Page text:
It took me a while to see the appeal of loose-knit sweaters (why wear something that kind of keeps you warm and kind of doesn't when it's hot out?). But once I bought my first one, I quickly came around. Whether crocheted or knit, sheer or featuring holes of different diameters, loose-knit sweaters make great warm weather layering pieces.
Vancouver-based knitwear designer Cecile Benac seems to feel the same way. For spring/summer 2013, Benac did a collection of mostly neutral-coloured tunics, shrugs, shawls, and short-sleeved sweaters. These aren't your typical winter woolens though; they have a light-as-air look and feel that lends itself well to spring's balmier days. What's more, luxe materials, unique stitching, and a handknit-in-Canada status make a Cecile Benac creation much more special than your run-of-the-mill fast fashion sweater.
I caught up with Benac for a quick chat about her recent collection and how she approaches knitwear design.
How did you first become interested in designing knitwear?
Knitting has always been around me; my grandmother, my mother and my sisters were all great knitters! It was just the natural extension of their legacy, and there were not many hand-knit lines around 15 years ago when I started the business.
What was your inspiration for the spring/summer 2013 collection?
I wanted easy layering pieces, so I went to some of my old collections for inspiration. My shawls, shrugs, and capes are bestsellers for spring and fall; everyone can use them, no matter the size. I knew I wanted color, so tangerine was my choice; everyone can wear it! It’s been the bestselling color of the season!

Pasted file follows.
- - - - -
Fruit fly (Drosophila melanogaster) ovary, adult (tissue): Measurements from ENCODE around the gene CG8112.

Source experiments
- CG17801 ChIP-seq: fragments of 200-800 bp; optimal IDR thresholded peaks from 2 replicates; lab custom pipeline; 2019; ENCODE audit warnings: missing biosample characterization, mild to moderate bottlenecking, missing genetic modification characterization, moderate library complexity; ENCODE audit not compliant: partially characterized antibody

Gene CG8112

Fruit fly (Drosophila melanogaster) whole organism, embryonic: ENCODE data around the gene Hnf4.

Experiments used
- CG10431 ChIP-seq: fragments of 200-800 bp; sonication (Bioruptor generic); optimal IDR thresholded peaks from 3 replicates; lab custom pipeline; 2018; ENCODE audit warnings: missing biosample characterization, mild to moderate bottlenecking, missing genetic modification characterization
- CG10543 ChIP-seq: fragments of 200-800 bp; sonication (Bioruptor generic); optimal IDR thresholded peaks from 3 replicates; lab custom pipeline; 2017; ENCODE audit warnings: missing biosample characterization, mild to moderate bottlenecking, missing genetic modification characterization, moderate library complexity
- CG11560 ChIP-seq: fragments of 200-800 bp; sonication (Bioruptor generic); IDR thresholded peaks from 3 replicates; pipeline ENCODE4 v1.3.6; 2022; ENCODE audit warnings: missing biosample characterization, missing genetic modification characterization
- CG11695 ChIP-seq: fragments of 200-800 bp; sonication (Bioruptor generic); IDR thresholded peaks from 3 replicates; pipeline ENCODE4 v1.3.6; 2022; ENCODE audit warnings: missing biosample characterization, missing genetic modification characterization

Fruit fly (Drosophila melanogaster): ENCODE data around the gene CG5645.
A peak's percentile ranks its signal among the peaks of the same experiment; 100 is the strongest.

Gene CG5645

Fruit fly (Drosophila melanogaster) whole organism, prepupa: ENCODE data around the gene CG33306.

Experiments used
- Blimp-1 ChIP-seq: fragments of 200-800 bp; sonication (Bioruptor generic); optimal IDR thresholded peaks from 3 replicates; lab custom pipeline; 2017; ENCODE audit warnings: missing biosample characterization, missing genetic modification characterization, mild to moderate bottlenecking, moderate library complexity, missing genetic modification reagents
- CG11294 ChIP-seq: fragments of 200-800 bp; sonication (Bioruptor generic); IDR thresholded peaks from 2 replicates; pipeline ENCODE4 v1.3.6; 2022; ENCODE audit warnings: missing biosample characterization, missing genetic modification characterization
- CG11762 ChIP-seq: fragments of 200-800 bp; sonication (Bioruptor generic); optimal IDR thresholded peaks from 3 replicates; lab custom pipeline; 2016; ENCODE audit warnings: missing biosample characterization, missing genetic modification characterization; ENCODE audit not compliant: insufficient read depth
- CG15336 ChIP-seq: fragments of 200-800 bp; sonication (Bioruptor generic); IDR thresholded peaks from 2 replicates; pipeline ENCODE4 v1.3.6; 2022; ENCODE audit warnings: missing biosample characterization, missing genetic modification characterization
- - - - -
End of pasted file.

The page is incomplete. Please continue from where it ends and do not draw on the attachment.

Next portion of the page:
What is your design process like from start to finish for a piece?
It starts sometimes with the yarns that I can get, and what they do when knitted. Sometimes I have a design that I like, or a special stitch which requires a specific yarn, so I look for it!
Loose knits are such a great wardrobe staple for spring and summer. How would you style them for the chillier spring weather and the warmer summer months?
Currently I am using yarns made of cotton/linen and cotton/viscose and polyamide, which are all year-round really. I offer my clients a line of tanks, tees and tank dresses in viscose/spandex which work very well with my knits. I have been using my boots with these when the weather is not calling for sandals yet and it looks really western. Love it!
What's next for you, personally and professionally?
Face the challenges of producing in Canada, staying competitive, and diversifying to increase sales.
Cecile Benac pieces range in price from $75-275. For more information or for a list of retailers, refer to the website.